Asymptomatic deer excrete infectious prions in faeces
Gültekin Tamgüney1,2, Michael W. Miller3, Lisa L. Wolfe3, Tracey M. Sirochman3, David V. Glidden4, Christina Palmer1, Azucena Lemus5, Stephen J. DeArmond1,5 & Stanley B. Prusiner1,2
1.Institute for Neurodegenerative Diseases, 2.Department of Neurology, University of California, San Francisco, California, 94143 USA 3.Colorado Division of Wildlife, Wildlife Research Center, Fort Collins, Colorado, 80526 USA 4.Department of Epidemiology and Biostatistics, 5.Department of Pathology, University of California, San Francisco, California, 94143 USA Correspondence to: Stanley B. Prusiner1,2 Correspondence and requests for materials should be addressed to S.B.P. (E-mail: Email: firstname.lastname@example.org.)
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Infectious prion diseases1—scrapie of sheep2 and chronic wasting disease (CWD) of several species in the deer family3, 4—are transmitted naturally within affected host populations. Although several possible sources of contagion have been identified in excretions and secretions from symptomatic animals5, 6, 7, 8, the biological importance of these sources in sustaining epidemics remains unclear. Here we show that asymptomatic CWD-infected mule deer (Odocoileus hemionus) excrete CWD prions in their faeces long before they develop clinical signs of prion disease. Intracerebral inoculation of irradiated deer faeces into transgenic mice overexpressing cervid prion protein (PrP) revealed infectivity in 14 of 15 faecal samples collected from five deer at 7–11 months before the onset of neurological disease. Although prion concentrations in deer faeces were considerably lower than in brain tissue from the same deer collected at the end of the disease, the estimated total infectious dose excreted in faeces by an infected deer over the disease course may approximate the total contained in a brain. Prolonged faecal prion excretion by infected deer provides a plausible natural mechanism that might explain the high incidence and efficient horizontal transmission of CWD within deer herds3, 4, 9, as well as prion transmission among other susceptible cervids.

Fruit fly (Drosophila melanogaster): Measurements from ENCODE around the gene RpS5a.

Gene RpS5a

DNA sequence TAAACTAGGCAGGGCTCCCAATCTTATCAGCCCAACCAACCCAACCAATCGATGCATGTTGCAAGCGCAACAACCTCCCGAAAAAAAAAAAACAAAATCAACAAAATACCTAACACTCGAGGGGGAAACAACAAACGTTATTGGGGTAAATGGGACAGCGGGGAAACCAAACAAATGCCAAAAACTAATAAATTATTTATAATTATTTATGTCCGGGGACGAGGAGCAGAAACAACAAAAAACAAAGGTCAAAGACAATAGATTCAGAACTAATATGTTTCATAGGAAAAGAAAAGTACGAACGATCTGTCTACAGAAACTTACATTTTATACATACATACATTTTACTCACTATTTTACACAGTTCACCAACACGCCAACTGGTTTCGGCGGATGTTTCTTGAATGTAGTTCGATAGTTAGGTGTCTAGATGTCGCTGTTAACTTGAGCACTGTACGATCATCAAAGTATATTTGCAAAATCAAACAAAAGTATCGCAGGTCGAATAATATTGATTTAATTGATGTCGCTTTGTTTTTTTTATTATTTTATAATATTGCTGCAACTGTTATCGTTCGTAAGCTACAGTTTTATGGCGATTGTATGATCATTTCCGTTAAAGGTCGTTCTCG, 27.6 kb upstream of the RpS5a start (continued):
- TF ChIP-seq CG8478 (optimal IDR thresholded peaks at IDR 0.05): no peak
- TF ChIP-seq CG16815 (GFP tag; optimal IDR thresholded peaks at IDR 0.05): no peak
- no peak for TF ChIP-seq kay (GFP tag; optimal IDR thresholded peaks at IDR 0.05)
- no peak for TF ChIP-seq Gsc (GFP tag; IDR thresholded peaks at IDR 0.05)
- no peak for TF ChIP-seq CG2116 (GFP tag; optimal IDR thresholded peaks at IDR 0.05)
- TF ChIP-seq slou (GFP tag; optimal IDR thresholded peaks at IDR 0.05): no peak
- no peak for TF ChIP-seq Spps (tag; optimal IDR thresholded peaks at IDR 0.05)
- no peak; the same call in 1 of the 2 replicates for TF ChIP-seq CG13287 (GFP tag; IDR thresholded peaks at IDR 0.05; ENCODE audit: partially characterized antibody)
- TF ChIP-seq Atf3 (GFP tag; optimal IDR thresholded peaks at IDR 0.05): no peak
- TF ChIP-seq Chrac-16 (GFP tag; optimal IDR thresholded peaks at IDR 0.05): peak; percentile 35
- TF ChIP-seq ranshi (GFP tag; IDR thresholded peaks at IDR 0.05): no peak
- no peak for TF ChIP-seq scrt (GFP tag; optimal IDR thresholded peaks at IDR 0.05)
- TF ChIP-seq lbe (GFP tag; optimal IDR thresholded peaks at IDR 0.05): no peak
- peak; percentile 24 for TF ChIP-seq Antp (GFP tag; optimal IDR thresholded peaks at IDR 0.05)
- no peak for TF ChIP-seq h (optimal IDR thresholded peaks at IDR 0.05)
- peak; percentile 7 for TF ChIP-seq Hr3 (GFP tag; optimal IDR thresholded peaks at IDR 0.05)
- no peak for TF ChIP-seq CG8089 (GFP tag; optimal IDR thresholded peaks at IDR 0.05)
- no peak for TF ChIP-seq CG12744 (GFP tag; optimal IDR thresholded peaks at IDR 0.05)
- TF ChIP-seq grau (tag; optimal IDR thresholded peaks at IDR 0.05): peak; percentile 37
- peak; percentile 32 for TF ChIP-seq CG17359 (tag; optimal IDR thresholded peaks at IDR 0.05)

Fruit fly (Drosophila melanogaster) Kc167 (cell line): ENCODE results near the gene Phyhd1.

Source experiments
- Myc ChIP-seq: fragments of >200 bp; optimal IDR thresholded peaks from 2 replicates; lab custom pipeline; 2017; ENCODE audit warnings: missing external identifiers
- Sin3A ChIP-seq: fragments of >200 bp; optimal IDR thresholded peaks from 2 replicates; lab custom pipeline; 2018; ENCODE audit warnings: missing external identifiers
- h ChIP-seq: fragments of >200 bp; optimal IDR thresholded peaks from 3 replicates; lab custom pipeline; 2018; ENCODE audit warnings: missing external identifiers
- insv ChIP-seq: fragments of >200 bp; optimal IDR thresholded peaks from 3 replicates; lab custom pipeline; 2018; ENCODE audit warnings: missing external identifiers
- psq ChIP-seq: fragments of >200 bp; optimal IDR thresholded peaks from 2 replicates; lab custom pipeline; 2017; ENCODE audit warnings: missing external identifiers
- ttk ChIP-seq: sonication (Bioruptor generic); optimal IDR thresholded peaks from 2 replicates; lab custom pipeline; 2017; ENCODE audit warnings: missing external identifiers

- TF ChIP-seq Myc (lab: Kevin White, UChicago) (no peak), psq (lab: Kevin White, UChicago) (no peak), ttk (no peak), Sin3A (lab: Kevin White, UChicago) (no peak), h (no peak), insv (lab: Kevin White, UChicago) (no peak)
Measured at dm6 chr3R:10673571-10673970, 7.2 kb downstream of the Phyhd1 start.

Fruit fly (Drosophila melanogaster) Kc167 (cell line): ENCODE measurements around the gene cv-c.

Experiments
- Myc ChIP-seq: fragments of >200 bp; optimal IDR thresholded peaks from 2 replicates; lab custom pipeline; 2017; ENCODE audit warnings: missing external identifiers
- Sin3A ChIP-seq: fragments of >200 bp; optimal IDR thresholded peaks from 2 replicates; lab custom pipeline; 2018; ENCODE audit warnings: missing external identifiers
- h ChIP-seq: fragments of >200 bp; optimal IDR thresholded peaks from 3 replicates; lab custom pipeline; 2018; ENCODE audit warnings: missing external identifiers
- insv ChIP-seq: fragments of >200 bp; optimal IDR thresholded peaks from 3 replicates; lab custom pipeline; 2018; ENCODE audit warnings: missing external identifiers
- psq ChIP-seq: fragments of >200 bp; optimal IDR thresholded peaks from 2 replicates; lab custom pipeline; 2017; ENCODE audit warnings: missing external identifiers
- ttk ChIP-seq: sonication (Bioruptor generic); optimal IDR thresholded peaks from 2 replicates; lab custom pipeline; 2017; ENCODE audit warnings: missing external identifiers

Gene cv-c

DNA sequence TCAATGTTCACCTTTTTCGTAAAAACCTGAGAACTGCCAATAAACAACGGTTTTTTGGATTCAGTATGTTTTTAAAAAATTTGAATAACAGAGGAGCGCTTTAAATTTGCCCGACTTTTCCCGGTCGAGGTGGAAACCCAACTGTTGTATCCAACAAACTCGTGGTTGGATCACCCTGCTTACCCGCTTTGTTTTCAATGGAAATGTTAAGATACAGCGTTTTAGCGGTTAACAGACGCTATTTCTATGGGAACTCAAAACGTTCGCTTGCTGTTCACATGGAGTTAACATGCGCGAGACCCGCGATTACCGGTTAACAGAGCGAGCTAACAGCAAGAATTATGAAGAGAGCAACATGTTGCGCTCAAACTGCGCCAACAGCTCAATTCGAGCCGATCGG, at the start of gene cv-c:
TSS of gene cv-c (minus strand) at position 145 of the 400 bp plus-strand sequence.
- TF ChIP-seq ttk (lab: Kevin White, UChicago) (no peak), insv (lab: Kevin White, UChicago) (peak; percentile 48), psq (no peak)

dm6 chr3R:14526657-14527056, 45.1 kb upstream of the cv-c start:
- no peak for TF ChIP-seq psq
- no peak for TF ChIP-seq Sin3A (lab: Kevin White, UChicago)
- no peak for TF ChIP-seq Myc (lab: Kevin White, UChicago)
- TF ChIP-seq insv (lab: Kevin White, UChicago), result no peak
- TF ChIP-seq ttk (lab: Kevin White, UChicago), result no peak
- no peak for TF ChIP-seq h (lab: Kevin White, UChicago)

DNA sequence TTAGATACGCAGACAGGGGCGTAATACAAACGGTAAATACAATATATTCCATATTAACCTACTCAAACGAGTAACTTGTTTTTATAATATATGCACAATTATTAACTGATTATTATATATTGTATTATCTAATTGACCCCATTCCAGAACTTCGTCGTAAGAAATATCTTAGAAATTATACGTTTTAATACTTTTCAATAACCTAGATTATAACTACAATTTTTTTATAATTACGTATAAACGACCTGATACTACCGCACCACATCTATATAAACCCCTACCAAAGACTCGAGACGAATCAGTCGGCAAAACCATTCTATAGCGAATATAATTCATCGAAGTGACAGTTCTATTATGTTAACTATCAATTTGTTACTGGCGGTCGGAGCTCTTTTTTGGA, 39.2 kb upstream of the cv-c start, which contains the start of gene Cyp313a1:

Wednesday, June 11, 2008
Transmission and Detection of Prions in Feces
The Journal of Infectious Diseases 2008;198:81–89 © 2008 by the Infectious Diseases Society of America. All rights reserved. 0022-1899/2008/19801-0015$15.00 DOI: 10.1086/588193